Reading material on science teaching, the one thing that stuck out is that science is not strictly logical.I've been thinking about this, and about what you said about science in an earlier post. I agree that science isn't just logic alone; crucially, science needs empirical observations in order to provide content for logical reasoning.

It seems to me that teaching science might involve three things: 1) teaching the logical methodology (the skill sets in your earlier post) 2) teaching methods of acquiring/accumulating empirical observations independently and 3) teaching the empirical observations that other people have already made and which are difficult and time-consuming to find independently.

I think science fiction is a useful tool for teaching logical thinking (point 1). (Incidentally, this is also why science fiction is a good tool for teaching philosophy, as philosophy is founded on logic just as much as science.) Whether SF is also a useful tool for teaching the experimental method (point 2) or for passing on information about what we already know about the world (point 3) I'm not so sure.

Just some thoughts. Don't know if they make much sense.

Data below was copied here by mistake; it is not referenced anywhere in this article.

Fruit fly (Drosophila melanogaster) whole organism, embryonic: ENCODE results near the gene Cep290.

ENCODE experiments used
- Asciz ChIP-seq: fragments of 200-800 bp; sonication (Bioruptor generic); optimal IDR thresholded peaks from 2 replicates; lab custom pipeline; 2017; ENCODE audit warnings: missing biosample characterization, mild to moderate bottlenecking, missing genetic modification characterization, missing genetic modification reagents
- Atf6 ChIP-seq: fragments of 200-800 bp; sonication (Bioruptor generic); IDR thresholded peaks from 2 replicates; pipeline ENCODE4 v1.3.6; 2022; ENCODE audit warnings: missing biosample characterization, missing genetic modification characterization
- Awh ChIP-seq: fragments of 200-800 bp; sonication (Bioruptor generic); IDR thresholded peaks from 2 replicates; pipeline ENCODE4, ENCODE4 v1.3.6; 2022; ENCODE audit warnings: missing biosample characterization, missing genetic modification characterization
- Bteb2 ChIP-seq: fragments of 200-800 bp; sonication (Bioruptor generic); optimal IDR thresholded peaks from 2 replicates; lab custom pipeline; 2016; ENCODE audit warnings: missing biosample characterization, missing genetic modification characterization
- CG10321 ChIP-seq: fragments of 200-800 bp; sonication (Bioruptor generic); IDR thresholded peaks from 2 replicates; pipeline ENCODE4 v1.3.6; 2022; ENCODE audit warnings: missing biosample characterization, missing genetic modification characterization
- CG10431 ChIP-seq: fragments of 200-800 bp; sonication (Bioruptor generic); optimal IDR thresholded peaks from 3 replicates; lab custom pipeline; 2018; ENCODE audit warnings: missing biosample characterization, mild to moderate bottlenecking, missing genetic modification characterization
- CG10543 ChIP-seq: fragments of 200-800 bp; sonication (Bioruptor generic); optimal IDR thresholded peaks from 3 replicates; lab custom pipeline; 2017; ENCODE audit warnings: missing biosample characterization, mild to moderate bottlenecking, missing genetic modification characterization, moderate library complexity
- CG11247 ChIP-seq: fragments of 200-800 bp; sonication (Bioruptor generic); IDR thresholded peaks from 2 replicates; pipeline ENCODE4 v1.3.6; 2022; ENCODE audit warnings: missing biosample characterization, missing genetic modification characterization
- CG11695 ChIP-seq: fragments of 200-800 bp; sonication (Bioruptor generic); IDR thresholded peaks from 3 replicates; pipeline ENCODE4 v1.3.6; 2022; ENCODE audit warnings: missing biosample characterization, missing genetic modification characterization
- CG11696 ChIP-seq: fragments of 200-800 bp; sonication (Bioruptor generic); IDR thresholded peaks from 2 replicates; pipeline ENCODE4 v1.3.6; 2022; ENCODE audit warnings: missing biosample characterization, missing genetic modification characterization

10:16 AM  
Blogger Farah said...

These thoughts make a lot of sense.

One of the markers of a good researcher v. a bad researcher (in any field) is the willingness to abandon a thesis. This is an element of "logic" that conflicts with "faith" and may be one of the areas where Creationists have problems. But teaching children that the world is explained through a set of plausible stories that might be revised, takes one hell of a lot of confidence. It also takes up to date text books.

I coached someone for A level history in 2002. She was using a textbook that I had used when I studied the same course in 1986. How do you give children an idea of scientific method--test, add in new evidence--test again--if the continued presence of text books means that the sense of world knowledge is presented as static?

5:34 AM